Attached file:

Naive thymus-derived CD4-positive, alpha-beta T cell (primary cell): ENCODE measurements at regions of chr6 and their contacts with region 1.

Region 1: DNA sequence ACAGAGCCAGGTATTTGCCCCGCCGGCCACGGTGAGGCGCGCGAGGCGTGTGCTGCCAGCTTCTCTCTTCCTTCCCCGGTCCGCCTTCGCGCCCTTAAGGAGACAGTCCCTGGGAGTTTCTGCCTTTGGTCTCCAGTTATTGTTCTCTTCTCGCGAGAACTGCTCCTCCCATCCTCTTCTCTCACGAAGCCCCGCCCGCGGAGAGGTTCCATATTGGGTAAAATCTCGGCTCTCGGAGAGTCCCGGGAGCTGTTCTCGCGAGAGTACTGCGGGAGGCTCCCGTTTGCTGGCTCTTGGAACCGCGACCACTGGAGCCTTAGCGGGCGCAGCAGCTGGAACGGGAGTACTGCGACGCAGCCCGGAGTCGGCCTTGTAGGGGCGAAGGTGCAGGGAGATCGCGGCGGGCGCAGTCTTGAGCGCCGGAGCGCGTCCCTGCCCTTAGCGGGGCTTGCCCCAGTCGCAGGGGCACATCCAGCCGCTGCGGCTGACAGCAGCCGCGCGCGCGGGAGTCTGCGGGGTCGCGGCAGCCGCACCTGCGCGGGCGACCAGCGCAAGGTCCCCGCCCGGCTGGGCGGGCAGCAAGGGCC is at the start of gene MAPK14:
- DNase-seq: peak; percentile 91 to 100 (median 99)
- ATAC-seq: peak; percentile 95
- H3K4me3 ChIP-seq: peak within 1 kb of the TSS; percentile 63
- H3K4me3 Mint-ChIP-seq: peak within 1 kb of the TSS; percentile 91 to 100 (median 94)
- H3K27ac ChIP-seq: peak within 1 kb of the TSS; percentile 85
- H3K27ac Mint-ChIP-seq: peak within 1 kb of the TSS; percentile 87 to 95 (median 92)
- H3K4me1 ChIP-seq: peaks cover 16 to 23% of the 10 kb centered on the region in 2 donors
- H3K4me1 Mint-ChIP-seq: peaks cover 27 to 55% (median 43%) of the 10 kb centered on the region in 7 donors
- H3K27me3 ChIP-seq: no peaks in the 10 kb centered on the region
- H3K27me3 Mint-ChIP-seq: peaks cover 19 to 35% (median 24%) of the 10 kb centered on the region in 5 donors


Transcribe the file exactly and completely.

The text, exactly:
Naive thymus-derived CD4-positive, alpha-beta T cell (primary cell): ENCODE measurements at regions of chr6 and their contacts with region 1.

Region 1: DNA sequence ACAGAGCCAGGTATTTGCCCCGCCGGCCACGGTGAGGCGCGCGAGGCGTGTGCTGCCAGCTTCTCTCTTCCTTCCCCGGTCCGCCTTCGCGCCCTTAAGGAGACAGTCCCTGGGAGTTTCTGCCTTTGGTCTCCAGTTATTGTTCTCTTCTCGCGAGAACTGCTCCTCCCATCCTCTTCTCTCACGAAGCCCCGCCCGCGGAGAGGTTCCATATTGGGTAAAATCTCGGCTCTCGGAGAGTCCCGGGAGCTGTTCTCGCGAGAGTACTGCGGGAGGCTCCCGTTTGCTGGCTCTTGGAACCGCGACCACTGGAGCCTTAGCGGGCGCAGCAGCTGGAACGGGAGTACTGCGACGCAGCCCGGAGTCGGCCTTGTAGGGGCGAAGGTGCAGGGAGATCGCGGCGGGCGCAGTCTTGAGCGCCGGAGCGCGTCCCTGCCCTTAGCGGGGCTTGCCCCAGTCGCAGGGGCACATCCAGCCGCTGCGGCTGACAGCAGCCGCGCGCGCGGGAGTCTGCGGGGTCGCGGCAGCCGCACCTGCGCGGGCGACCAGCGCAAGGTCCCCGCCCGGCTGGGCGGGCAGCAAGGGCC is at the start of gene MAPK14:
- DNase-seq: peak; percentile 91 to 100 (median 99)
- ATAC-seq: peak; percentile 95
- H3K4me3 ChIP-seq: peak within 1 kb of the TSS; percentile 63
- H3K4me3 Mint-ChIP-seq: peak within 1 kb of the TSS; percentile 91 to 100 (median 94)
- H3K27ac ChIP-seq: peak within 1 kb of the TSS; percentile 85
- H3K27ac Mint-ChIP-seq: peak within 1 kb of the TSS; percentile 87 to 95 (median 92)
- H3K4me1 ChIP-seq: peaks cover 16 to 23% of the 10 kb centered on the region in 2 donors
- H3K4me1 Mint-ChIP-seq: peaks cover 27 to 55% (median 43%) of the 10 kb centered on the region in 7 donors
- H3K27me3 ChIP-seq: no peaks in the 10 kb centered on the region
- H3K27me3 Mint-ChIP-seq: peaks cover 19 to 35% (median 24%) of the 10 kb centered on the region in 5 donors